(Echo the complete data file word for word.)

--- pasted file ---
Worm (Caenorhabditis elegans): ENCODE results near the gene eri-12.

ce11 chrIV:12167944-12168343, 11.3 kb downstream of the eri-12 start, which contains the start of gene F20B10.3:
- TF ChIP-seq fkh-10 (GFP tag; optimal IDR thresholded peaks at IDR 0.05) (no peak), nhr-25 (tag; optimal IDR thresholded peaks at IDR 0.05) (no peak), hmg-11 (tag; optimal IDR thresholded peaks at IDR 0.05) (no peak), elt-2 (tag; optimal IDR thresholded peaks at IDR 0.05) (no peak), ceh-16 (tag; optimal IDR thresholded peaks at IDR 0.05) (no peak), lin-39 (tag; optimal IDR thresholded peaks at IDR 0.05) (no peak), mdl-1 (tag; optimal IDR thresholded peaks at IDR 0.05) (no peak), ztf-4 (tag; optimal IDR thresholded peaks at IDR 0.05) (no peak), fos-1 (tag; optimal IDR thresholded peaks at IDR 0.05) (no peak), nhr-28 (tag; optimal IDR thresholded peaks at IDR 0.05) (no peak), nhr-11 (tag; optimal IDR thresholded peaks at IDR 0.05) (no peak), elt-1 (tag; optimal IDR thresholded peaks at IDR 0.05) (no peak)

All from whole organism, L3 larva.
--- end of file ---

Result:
Worm (Caenorhabditis elegans): ENCODE results near the gene eri-12.

ce11 chrIV:12167944-12168343, 11.3 kb downstream of the eri-12 start, which contains the start of gene F20B10.3:
- TF ChIP-seq fkh-10 (GFP tag; optimal IDR thresholded peaks at IDR 0.05) (no peak), nhr-25 (tag; optimal IDR thresholded peaks at IDR 0.05) (no peak), hmg-11 (tag; optimal IDR thresholded peaks at IDR 0.05) (no peak), elt-2 (tag; optimal IDR thresholded peaks at IDR 0.05) (no peak), ceh-16 (tag; optimal IDR thresholded peaks at IDR 0.05) (no peak), lin-39 (tag; optimal IDR thresholded peaks at IDR 0.05) (no peak), mdl-1 (tag; optimal IDR thresholded peaks at IDR 0.05) (no peak), ztf-4 (tag; optimal IDR thresholded peaks at IDR 0.05) (no peak), fos-1 (tag; optimal IDR thresholded peaks at IDR 0.05) (no peak), nhr-28 (tag; optimal IDR thresholded peaks at IDR 0.05) (no peak), nhr-11 (tag; optimal IDR thresholded peaks at IDR 0.05) (no peak), elt-1 (tag; optimal IDR thresholded peaks at IDR 0.05) (no peak)

All from whole organism, L3 larva.